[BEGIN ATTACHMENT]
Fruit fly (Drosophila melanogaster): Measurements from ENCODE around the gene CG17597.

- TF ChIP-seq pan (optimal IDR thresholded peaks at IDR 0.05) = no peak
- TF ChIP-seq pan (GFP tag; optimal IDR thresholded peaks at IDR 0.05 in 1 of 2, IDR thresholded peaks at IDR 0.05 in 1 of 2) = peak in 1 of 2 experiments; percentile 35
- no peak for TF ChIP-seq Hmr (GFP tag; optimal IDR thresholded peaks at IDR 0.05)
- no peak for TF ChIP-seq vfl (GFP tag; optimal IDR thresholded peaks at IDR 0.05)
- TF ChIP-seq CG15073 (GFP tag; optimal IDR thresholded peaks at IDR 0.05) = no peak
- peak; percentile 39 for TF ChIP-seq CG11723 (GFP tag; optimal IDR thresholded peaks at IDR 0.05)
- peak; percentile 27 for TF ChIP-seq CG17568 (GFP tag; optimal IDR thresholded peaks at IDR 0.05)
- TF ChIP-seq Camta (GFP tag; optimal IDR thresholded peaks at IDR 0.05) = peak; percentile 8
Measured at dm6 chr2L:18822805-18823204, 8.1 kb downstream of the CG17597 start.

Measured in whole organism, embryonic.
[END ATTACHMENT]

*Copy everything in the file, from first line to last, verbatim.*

Fruit fly (Drosophila melanogaster): Measurements from ENCODE around the gene CG17597.

- TF ChIP-seq pan (optimal IDR thresholded peaks at IDR 0.05) = no peak
- TF ChIP-seq pan (GFP tag; optimal IDR thresholded peaks at IDR 0.05 in 1 of 2, IDR thresholded peaks at IDR 0.05 in 1 of 2) = peak in 1 of 2 experiments; percentile 35
- no peak for TF ChIP-seq Hmr (GFP tag; optimal IDR thresholded peaks at IDR 0.05)
- no peak for TF ChIP-seq vfl (GFP tag; optimal IDR thresholded peaks at IDR 0.05)
- TF ChIP-seq CG15073 (GFP tag; optimal IDR thresholded peaks at IDR 0.05) = no peak
- peak; percentile 39 for TF ChIP-seq CG11723 (GFP tag; optimal IDR thresholded peaks at IDR 0.05)
- peak; percentile 27 for TF ChIP-seq CG17568 (GFP tag; optimal IDR thresholded peaks at IDR 0.05)
- TF ChIP-seq Camta (GFP tag; optimal IDR thresholded peaks at IDR 0.05) = peak; percentile 8
Measured at dm6 chr2L:18822805-18823204, 8.1 kb downstream of the CG17597 start.

Measured in whole organism, embryonic.